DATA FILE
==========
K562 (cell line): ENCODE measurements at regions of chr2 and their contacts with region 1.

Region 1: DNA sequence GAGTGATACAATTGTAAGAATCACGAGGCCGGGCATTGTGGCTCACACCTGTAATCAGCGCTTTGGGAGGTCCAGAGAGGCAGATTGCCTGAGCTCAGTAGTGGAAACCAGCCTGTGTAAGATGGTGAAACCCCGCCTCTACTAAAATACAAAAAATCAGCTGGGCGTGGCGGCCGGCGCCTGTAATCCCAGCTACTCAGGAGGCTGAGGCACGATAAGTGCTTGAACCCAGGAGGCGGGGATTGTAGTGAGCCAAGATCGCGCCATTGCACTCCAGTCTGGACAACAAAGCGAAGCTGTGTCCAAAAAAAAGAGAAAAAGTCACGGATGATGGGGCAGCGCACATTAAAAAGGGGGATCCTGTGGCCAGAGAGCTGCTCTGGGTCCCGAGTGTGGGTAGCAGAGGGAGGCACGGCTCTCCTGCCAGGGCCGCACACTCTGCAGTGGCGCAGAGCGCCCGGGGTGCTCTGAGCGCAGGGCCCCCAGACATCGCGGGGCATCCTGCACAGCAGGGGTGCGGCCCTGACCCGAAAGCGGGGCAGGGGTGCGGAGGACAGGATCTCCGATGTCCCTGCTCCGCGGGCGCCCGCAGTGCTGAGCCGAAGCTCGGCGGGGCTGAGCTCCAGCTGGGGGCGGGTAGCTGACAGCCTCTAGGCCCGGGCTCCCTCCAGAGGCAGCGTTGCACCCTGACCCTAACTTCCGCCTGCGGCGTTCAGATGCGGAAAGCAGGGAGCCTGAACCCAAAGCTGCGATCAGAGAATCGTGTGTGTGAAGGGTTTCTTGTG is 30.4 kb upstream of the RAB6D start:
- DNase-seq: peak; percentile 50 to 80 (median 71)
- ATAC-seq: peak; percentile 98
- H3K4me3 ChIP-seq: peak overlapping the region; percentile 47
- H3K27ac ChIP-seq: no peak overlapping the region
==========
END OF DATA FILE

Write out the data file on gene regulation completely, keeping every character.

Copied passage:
K562 (cell line): ENCODE measurements at regions of chr2 and their contacts with region 1.

Region 1: DNA sequence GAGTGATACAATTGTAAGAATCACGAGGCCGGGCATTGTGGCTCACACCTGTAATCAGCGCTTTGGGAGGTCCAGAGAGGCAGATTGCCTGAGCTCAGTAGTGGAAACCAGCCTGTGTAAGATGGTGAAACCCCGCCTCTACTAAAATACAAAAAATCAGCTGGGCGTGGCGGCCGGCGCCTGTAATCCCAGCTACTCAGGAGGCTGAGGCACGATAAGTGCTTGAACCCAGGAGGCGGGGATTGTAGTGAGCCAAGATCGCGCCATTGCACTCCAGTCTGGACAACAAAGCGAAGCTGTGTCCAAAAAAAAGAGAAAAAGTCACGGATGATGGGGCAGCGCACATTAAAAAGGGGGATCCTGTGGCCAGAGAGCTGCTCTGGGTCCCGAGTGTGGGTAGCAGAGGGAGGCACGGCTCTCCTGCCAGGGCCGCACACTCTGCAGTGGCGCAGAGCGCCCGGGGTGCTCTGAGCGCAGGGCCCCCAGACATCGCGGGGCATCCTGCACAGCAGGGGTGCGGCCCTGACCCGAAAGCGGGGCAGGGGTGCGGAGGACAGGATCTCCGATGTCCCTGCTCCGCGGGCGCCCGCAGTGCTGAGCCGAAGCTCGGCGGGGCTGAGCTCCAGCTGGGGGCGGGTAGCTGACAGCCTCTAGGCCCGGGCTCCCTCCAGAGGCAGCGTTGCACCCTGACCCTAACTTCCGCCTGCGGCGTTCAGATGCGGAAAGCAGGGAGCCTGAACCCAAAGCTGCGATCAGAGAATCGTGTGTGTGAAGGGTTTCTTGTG is 30.4 kb upstream of the RAB6D start:
- DNase-seq: peak; percentile 50 to 80 (median 71)
- ATAC-seq: peak; percentile 98
- H3K4me3 ChIP-seq: peak overlapping the region; percentile 47
- H3K27ac ChIP-seq: no peak overlapping the region